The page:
April 10, 2024 

The Weekly Fast Break: A new champion wears the crown

What have we learned from the 2023-24 season?

When the confetti drops at the Final Four, it means a champion is crowned and the college basketball season is coming to a close. We can retrace our road to the Big Dance, and it takes us back to November 2023, when you could sense that this could be quite the year in the women’s game. There were head coaches debuting at new schools, transfers who landed in new programs looking to start fresh and wide-eye freshmen stepping into the spotlight of the college game. Some teams started their season in glitzy Las Vegas, while two marque programs went across the pond for a showdown in Paris. Others challenged themselves at home and then hopped on charters for some fun in the sun with early destination tournaments. 

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Once we rolled past the holidays and into 2024, it meant the teeth of the season – conference play. The weekly awards start to accumulate for players and coaches and support staff become weary. We watched the end of decades-old conference rivalries out west and in the Sooner State. By March 2024, regular season conference champions were crowned, and everyone was setting their sights on conference tournaments and that almighty at-large bid. How can you guarantee your name will be in the field of 68? Hoist that conference tourney hardware, that’s how.

Selection Sunday fell on St. Patrick’s Day this year and with a little luck, the bracket was as most expected it would be. Would the No. 1 seeds breeze through to Cleveland? Who would come as Cinderella to this year’s dance? Who would make a name for themselves in the 2024 NCAA Tournament? Those questions and more were answered as we watched the action unfold on the court, with buzzer-beaters, decisive wins, heartbreaking losses, and magnificent individual performances. When the dust on the road settled, four teams had made it to the biggest stage in college basketball, the Final Four.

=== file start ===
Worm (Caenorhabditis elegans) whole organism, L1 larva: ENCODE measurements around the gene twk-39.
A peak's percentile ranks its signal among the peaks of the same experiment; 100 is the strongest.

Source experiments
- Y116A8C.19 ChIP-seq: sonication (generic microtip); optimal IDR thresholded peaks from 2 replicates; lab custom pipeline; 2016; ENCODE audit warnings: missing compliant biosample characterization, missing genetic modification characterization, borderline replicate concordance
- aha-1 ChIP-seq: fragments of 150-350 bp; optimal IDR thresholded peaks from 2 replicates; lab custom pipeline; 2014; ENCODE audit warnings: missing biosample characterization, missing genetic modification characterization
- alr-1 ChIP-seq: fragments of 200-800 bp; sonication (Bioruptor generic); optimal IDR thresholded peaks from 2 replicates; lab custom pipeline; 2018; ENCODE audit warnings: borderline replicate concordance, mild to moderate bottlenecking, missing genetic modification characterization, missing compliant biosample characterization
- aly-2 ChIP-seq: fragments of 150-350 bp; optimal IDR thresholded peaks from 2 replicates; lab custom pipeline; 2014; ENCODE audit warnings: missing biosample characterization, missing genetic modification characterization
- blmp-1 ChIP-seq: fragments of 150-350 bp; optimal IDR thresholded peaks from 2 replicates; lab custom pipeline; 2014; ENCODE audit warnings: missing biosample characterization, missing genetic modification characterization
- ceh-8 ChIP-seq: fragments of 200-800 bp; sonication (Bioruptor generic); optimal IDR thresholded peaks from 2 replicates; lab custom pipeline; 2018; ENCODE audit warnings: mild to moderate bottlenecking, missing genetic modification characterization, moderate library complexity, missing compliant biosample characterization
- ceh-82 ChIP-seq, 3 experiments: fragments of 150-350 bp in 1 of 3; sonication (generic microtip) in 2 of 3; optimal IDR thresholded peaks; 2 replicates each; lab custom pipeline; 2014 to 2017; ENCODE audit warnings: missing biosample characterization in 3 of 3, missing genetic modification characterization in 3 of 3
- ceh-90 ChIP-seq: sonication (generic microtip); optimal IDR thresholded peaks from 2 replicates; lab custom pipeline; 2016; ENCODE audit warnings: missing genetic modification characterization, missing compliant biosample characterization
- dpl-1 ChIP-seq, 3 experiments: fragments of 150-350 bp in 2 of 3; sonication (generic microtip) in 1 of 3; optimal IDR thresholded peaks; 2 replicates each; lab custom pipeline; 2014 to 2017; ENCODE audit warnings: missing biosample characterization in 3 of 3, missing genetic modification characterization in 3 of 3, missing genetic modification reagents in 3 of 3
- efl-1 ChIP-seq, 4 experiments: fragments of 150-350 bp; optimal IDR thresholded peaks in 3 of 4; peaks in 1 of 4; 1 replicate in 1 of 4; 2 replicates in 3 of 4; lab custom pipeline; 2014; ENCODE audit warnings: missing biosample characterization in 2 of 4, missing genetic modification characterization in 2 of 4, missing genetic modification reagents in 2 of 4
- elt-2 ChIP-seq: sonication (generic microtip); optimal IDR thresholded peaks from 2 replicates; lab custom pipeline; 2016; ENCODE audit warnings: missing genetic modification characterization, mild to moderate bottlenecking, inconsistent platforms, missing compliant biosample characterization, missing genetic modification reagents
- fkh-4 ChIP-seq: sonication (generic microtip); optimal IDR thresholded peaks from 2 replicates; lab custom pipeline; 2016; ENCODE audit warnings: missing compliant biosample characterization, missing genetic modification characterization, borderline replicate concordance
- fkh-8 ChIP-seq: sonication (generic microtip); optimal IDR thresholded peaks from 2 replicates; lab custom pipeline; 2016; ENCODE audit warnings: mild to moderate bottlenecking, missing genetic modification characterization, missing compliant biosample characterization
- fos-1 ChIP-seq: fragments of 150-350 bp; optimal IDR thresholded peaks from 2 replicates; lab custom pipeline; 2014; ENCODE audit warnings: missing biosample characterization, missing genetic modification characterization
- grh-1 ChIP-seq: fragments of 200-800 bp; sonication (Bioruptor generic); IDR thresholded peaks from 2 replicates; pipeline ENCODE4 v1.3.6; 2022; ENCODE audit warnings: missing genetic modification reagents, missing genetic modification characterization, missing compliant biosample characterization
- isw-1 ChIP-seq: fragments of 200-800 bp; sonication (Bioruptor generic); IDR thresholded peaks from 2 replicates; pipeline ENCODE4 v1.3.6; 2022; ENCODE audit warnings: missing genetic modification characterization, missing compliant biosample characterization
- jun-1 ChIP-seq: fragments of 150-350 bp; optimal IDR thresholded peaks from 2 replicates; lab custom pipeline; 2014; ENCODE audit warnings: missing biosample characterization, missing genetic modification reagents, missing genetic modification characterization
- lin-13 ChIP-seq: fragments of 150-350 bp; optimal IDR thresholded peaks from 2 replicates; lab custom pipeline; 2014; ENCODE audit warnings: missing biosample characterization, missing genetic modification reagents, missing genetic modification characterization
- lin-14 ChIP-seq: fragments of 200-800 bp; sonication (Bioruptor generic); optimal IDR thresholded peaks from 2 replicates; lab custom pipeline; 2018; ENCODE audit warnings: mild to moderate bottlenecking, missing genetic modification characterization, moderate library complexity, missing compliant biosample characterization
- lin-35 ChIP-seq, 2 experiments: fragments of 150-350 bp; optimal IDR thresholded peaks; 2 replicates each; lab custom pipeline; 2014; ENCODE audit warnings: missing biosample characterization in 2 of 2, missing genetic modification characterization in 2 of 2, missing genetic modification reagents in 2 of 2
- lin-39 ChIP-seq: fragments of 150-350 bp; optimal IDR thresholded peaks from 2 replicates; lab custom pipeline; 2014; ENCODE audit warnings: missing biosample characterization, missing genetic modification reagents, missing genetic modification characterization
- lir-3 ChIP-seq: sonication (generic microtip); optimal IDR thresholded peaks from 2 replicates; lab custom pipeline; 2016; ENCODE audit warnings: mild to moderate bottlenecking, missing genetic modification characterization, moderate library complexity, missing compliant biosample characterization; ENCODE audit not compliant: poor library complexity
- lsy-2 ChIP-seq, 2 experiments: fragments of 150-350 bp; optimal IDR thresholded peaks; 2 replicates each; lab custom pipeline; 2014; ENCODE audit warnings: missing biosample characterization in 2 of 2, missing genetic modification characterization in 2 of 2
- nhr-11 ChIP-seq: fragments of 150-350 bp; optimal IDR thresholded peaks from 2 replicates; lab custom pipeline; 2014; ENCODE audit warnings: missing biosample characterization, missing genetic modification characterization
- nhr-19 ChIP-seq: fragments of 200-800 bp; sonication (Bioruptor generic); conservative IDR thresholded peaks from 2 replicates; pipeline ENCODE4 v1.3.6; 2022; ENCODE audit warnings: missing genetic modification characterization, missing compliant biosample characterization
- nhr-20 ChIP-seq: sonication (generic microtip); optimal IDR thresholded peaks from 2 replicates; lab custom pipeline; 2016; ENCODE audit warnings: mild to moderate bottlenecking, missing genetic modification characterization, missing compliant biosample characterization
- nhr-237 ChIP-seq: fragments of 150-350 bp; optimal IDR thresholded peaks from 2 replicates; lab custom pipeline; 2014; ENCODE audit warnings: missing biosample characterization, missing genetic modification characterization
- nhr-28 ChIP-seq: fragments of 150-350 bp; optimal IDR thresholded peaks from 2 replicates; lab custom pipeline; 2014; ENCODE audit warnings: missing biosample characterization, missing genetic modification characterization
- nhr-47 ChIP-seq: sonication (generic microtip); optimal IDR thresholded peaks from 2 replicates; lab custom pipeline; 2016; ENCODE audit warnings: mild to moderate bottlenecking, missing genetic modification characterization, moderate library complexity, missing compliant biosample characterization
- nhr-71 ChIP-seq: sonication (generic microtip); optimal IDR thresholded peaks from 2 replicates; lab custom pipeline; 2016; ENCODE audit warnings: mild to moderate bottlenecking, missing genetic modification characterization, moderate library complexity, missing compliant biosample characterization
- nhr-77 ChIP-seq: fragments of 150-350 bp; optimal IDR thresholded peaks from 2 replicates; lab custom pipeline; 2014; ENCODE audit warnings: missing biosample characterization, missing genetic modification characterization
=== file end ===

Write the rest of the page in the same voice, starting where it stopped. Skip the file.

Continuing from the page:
For NC State and UConn, their seasons were on different tracks yet ended at the same spot. The Wolfpack were young and unranked to begin the year but battled together to be in the Final Four. The Huskies were talking national titles in November, but the basketball gods had other plans. A host of season-ending injuries changed the trajectory of what was thought to be a huge year for UConn, yet through adversity and playing with a very short bench, they found a way to win and return to the Final Four. While these two teams did not advance to the national championship, they elevated the women’s game to new heights this year. Take a bow ladies – you deserve the praise.

NC State was the No. 3 seed in the Portland 4 Regional and returned the Wolfpack to the Final Four for the first time since 1998. (Photo credit: Domenic Allegra, The Next)

The national championship game on Sunday, April 7 was full of so many storylines it is was hard to count – an undefeated season on the line, college basketball’s all-time scorer chasing the one trophy she does not have and one team looking for their first championship ever. This title game was exactly the culmination of the season we watched – nothing is given, everything is earned, and in the end, the better team captured the crown.

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NATIONAL CHAMPIONSHIP – South Carolina vs. Iowa

This game set up the rematch from last year’s Final Four, when Iowa handed South Carolina their only loss of the season before losing to LSU in the national championship. Could the Hawkeyes spoil yet another perfect season for Dawn Staley or would this be the team that would not be denied?

The same team was in the way in 2024 of South Carolina and head coach Dawn Staley’s path to a national title – Iowa. (Photo credit: Domenic Allegra, The Next)

Any coach will tell you that a strong start, especially on such a big stage, is vital. Iowa got exactly what it needed with a 10-0 run in the first two and a half minutes. National Player of the Year Caitlin Clark dropped 18 points in the first quarter and the Hawkeyes led 27-20 after the first 10 minutes. But there was no panic in the Gamecocks as they methodically chipped away at Iowa’s lead and cashed in on a five-point surge to end the second quarter to lead 49-46 at halftime.